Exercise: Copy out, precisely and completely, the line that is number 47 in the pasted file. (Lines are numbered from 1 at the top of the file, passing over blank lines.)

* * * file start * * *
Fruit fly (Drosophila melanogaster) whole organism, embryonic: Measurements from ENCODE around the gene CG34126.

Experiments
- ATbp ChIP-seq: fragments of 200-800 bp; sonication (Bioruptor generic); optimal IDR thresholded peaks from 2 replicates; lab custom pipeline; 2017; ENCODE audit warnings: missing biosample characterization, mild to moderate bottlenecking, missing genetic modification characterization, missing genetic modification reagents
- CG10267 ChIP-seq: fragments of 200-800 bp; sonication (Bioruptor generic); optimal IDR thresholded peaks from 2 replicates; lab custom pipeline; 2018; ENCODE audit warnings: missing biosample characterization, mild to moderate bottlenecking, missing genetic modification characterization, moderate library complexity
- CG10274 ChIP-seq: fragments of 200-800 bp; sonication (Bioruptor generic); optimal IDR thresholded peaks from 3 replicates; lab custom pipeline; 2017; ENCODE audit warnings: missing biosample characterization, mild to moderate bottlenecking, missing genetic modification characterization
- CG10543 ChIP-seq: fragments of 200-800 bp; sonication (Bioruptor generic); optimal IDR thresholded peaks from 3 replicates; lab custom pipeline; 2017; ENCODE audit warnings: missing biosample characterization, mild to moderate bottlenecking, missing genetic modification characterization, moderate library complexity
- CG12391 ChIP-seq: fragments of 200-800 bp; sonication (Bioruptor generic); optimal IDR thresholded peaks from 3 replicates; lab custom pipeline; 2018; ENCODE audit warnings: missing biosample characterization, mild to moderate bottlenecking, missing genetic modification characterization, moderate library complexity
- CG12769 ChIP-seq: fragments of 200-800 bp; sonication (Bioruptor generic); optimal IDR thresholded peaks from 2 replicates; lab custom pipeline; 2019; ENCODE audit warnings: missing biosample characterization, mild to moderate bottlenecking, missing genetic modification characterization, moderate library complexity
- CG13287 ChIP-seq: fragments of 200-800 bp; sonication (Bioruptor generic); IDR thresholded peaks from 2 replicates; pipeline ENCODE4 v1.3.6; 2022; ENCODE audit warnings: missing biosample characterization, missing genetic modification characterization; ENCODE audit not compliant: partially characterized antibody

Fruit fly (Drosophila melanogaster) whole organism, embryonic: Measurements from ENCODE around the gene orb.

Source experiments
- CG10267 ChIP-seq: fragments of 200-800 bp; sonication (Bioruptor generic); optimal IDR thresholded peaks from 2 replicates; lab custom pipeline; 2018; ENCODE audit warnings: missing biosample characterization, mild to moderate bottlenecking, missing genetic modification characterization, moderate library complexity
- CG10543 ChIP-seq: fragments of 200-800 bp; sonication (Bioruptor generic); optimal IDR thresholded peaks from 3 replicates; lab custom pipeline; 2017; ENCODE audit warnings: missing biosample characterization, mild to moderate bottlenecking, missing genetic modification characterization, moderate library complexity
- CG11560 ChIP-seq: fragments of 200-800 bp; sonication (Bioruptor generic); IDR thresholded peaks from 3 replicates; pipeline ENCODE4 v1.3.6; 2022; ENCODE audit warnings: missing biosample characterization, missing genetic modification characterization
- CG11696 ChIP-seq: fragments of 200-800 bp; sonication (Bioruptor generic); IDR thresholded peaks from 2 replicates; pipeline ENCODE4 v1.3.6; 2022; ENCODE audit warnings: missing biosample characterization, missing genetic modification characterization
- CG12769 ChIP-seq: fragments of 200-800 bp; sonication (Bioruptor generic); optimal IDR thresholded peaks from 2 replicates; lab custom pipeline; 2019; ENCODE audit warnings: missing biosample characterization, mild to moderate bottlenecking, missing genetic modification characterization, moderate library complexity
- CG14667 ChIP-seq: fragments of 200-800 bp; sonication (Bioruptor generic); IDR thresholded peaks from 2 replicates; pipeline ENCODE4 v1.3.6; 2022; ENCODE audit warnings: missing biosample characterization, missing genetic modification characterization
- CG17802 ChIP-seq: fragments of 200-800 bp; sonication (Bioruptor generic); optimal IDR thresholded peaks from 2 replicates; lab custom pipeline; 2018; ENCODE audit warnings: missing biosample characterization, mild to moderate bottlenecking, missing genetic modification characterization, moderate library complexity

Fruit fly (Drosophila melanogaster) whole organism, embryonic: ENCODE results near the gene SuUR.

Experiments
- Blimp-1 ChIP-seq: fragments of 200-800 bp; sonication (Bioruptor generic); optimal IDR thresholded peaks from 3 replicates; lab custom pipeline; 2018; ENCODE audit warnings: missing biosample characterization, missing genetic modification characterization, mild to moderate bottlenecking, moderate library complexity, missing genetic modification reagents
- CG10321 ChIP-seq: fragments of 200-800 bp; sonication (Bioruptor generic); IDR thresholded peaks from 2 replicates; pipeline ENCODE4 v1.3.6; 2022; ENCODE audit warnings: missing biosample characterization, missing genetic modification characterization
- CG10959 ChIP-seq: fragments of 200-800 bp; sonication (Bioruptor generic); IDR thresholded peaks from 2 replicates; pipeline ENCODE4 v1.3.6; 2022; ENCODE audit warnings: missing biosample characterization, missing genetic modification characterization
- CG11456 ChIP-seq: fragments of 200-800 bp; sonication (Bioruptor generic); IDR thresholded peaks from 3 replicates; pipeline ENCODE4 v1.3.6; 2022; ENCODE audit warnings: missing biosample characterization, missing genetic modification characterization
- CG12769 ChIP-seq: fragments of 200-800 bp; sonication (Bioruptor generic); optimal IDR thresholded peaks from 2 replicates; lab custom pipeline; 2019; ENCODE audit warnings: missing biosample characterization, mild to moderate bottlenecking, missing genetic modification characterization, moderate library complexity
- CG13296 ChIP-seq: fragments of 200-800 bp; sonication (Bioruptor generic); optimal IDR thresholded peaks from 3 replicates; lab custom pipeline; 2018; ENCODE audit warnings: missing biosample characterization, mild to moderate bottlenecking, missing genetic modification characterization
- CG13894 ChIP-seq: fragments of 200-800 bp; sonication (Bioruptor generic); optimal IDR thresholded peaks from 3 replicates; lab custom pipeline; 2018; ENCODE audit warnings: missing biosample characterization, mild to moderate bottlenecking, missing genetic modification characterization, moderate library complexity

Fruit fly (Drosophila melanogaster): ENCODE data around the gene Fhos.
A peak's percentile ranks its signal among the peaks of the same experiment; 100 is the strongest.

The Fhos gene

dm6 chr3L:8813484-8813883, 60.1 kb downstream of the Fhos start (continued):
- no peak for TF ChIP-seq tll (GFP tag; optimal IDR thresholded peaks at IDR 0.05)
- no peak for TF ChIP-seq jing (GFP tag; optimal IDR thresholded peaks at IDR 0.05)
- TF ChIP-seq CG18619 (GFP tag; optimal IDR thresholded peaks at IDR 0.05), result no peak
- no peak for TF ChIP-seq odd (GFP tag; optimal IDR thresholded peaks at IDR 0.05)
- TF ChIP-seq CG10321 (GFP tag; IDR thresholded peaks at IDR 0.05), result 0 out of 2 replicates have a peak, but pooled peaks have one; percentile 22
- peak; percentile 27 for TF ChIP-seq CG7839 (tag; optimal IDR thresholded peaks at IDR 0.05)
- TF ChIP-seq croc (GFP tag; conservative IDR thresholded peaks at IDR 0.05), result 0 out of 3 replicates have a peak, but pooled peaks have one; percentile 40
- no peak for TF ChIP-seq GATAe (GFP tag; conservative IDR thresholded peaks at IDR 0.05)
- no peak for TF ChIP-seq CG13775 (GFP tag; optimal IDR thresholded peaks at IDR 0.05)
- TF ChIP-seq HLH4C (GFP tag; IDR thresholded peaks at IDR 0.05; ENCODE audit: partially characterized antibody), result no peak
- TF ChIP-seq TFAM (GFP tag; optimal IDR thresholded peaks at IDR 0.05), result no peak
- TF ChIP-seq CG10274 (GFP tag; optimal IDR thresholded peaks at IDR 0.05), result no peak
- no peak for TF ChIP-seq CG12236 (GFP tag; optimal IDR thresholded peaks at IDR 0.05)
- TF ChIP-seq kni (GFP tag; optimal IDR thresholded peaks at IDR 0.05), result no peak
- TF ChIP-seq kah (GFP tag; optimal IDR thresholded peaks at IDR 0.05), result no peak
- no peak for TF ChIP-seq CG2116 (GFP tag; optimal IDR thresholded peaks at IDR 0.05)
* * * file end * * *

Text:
- no peak for TF ChIP-seq CG2116 (GFP tag; optimal IDR thresholded peaks at IDR 0.05)